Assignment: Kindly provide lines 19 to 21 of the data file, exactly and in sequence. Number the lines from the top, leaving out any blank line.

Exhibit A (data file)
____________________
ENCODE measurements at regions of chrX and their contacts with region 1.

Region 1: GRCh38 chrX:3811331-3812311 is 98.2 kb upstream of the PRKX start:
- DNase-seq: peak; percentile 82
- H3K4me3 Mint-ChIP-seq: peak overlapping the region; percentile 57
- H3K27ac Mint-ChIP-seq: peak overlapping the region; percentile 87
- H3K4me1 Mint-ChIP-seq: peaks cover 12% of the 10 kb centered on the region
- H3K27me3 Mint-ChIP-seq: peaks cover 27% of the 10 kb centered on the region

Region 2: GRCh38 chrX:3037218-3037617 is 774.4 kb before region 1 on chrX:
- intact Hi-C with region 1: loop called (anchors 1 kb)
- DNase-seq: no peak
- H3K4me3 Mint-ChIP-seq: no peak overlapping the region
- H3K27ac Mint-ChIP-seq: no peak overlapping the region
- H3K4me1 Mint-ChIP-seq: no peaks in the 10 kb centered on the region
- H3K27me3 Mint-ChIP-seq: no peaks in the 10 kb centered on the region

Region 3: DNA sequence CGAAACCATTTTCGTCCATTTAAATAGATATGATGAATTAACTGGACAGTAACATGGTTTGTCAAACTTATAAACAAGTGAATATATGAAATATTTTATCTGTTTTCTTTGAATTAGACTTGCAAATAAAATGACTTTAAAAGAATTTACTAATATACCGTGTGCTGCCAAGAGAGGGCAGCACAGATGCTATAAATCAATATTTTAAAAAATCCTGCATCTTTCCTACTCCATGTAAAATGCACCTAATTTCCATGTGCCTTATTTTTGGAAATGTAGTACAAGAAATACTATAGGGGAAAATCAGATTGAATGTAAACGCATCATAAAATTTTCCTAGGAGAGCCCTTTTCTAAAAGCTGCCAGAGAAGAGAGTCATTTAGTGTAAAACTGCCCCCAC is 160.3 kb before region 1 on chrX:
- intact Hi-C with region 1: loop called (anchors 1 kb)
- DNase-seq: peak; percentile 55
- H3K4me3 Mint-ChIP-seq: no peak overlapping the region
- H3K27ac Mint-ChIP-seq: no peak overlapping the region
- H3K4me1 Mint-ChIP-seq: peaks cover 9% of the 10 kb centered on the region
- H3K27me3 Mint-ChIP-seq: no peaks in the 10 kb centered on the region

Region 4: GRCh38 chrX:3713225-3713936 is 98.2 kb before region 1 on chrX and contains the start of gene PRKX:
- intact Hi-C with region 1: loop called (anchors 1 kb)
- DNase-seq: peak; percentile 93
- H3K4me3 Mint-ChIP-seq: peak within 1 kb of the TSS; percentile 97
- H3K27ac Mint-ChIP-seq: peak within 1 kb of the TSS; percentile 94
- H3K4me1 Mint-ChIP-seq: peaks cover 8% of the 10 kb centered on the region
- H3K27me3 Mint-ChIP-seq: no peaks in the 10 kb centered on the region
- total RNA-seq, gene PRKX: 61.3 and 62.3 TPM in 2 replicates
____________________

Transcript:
- H3K27ac Mint-ChIP-seq: no peak overlapping the region
- H3K4me1 Mint-ChIP-seq: peaks cover 9% of the 10 kb centered on the region
- H3K27me3 Mint-ChIP-seq: no peaks in the 10 kb centered on the region